low sodium / high sugars: Perhaps you lot already... - Thyroid UK

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low sodium / high sugars


Perhaps you lot already know this, but I didn't know a low sodium level can go with an underactive thyroid. Anyway, this is a good example of very clear explaining (though I'm not familiar with the website).


My sodium is low and my GP told me that this can make blood glucose show false highs - the readings are high when the sugars actually aren't. I have type 1 diabetes and my BGs have been running high for ages. Now that I've searched, it seems that it's the other way round: high blood glucose can cause false low sodium readings. (So on the blood count, low sodium does go with high sugar, but she had it backwards. Or she was right and I have it backwards?)

I'm not dehydrated and haven't got water retention swelling, and kidney function is always fine on regular tests, so I looked at the possible causes of low sodium and was interested to see hypothyroidism. As far as I know I *have not* got anything wrong with thyroid function this year.

I was also interested to see chronic pain can cause it - but it says severe, and mine isn't that bad these days (I have fibromyalgia). At least I wonder what counts as severe. Now I want to know the mechanism by which pain lowers sodium!

8 Replies

I note you also have fibromyalgia and one of our deceased Advisers also ran the Fibromyalgia Research Foundation. This link may be helpful. His Fibro patients only recovered with T3 I believe:-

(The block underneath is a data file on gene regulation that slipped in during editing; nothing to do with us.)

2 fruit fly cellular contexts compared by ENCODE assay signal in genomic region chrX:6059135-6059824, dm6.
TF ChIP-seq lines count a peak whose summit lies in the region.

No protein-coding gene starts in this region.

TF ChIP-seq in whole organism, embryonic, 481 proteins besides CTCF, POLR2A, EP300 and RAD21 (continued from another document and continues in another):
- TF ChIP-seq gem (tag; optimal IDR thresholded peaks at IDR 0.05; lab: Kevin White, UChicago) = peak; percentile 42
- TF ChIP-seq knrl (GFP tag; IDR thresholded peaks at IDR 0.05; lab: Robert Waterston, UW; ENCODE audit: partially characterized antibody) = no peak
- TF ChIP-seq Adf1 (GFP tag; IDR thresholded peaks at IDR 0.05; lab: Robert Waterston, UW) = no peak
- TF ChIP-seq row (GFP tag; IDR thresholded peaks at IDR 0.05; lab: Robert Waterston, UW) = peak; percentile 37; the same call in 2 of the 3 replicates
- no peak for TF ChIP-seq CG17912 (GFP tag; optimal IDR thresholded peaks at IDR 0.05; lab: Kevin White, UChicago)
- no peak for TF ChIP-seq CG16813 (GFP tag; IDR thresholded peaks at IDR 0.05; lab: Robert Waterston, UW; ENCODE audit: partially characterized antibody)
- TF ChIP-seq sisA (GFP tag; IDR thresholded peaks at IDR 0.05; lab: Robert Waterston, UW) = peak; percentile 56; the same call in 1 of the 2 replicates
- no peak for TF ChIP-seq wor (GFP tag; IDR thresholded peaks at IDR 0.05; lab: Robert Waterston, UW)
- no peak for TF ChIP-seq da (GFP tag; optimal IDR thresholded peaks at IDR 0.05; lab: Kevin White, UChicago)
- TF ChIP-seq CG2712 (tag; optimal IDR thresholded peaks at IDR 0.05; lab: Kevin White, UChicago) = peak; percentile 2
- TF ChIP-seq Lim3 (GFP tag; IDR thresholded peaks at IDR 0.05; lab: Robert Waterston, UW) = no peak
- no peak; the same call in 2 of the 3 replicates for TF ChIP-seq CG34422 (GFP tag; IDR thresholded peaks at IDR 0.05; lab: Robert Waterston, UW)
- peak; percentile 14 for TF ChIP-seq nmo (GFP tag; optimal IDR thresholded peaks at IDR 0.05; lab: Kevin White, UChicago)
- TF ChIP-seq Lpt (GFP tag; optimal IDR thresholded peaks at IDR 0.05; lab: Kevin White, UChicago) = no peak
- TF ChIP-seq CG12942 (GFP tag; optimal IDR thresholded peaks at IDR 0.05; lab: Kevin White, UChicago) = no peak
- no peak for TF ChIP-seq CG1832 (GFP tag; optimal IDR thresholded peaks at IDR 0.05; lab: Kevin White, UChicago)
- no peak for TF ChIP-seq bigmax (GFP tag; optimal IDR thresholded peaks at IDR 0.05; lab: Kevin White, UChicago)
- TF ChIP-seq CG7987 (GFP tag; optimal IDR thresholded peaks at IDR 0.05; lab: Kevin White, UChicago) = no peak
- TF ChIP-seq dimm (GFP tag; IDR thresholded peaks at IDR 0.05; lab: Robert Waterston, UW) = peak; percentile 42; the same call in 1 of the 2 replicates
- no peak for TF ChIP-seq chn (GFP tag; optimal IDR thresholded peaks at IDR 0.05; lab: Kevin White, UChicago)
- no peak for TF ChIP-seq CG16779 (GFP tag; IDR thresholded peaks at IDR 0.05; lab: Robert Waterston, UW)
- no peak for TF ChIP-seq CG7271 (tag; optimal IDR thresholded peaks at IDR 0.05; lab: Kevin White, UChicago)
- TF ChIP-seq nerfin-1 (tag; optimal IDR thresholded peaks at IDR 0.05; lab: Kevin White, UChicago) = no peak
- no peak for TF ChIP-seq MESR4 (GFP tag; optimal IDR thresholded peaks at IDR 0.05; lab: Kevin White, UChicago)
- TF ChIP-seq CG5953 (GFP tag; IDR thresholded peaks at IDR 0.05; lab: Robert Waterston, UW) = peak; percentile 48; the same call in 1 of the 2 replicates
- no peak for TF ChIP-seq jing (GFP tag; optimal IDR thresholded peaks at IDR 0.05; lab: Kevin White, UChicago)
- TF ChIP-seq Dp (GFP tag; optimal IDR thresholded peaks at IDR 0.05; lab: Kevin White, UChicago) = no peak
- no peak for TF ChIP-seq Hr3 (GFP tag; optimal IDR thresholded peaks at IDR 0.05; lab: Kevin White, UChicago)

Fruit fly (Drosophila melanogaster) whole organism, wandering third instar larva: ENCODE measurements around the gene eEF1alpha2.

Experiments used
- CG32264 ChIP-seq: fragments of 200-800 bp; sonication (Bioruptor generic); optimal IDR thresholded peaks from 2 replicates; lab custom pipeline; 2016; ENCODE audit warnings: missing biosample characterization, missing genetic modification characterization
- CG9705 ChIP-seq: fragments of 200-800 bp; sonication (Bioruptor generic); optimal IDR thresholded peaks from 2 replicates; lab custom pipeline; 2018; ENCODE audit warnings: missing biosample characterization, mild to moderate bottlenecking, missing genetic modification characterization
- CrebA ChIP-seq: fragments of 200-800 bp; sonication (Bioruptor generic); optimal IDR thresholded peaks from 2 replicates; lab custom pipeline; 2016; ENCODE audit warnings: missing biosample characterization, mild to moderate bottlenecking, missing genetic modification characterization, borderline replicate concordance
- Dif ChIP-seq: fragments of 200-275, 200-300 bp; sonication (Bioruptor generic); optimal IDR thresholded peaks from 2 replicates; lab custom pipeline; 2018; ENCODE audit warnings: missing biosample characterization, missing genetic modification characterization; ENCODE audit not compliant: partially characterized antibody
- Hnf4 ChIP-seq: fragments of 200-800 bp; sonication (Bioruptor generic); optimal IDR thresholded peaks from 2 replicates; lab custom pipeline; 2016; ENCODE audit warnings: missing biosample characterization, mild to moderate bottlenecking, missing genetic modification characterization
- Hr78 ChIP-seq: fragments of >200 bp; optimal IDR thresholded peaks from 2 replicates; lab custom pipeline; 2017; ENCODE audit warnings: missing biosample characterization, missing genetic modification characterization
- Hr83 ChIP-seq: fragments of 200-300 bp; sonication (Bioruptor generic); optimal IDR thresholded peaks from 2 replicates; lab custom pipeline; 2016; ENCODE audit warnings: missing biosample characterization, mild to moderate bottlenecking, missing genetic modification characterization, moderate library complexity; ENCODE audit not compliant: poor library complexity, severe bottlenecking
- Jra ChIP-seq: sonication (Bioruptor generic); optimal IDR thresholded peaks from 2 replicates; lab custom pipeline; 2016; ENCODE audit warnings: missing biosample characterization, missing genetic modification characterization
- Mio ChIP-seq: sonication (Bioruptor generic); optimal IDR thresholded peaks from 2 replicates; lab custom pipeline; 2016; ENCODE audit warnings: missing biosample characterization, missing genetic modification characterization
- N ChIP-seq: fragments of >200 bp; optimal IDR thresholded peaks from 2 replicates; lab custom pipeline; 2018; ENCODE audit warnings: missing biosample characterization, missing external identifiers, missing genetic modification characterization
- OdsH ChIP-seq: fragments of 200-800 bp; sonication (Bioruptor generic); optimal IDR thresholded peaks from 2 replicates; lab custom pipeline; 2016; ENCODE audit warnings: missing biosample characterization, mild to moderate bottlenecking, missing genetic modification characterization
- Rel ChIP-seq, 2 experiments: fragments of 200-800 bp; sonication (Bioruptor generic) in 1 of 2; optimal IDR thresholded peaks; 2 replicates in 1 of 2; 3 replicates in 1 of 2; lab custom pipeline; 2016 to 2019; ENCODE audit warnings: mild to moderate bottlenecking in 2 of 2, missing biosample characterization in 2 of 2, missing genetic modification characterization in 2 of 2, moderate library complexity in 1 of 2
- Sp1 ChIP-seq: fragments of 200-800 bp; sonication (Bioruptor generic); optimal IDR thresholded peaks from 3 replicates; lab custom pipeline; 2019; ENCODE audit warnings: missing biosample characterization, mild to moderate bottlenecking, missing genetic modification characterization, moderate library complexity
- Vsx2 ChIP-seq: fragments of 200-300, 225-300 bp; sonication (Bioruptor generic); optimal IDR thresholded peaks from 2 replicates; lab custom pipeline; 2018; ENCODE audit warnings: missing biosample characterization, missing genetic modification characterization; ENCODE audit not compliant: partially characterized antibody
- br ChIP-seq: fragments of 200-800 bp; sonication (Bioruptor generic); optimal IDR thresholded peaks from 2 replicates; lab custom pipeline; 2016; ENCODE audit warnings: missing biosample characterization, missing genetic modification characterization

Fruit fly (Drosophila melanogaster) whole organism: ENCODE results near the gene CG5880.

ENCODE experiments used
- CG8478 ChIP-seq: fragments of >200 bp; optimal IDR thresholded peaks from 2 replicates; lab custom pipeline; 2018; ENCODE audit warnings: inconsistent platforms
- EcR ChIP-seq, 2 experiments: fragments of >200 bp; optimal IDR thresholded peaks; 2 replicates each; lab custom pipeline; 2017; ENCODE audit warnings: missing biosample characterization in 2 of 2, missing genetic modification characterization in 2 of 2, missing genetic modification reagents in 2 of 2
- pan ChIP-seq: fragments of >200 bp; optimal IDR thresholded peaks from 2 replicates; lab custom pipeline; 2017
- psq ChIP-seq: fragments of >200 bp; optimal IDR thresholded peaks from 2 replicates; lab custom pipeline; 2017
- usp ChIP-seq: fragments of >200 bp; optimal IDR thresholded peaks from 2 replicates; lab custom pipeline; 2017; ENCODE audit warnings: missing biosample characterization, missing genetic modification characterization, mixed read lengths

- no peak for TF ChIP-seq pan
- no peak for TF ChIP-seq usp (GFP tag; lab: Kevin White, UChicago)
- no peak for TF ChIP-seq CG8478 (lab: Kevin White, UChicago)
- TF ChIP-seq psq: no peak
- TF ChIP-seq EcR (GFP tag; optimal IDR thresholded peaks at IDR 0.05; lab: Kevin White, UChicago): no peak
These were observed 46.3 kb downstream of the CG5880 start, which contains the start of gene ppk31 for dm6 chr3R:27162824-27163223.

muddlemand in reply to shaws

Thanks @shaws, I think I've read that before and it was probably you that linked to it. :) Is it you that sometimes mentions it's possible to be hypothyroid even with all blood results ok, including antibodies?

I have made a choice to ignore that possibility for the time being - all my bloods show that my thyroid is fine, and for the moment, I have enough variables to consider without this one more. Besides, I can't afford much private testing and getting this on the NHS seems like a battle too far. One chooses one's battles, you know.

... So ... assuming my thyroid really is ok, I have to assume it isn't the cause of FM in my case. (For now!) - FM is neurological anyway, isn't it? or at least, it can (should) be identified by MRI. Perhaps that isn't cause, only indication.

And just to confuse things more, I have the diagnosis of FM but am not 100% certain that it's a correct diagnosis. I have never had the tender points which are usually part of the criteria.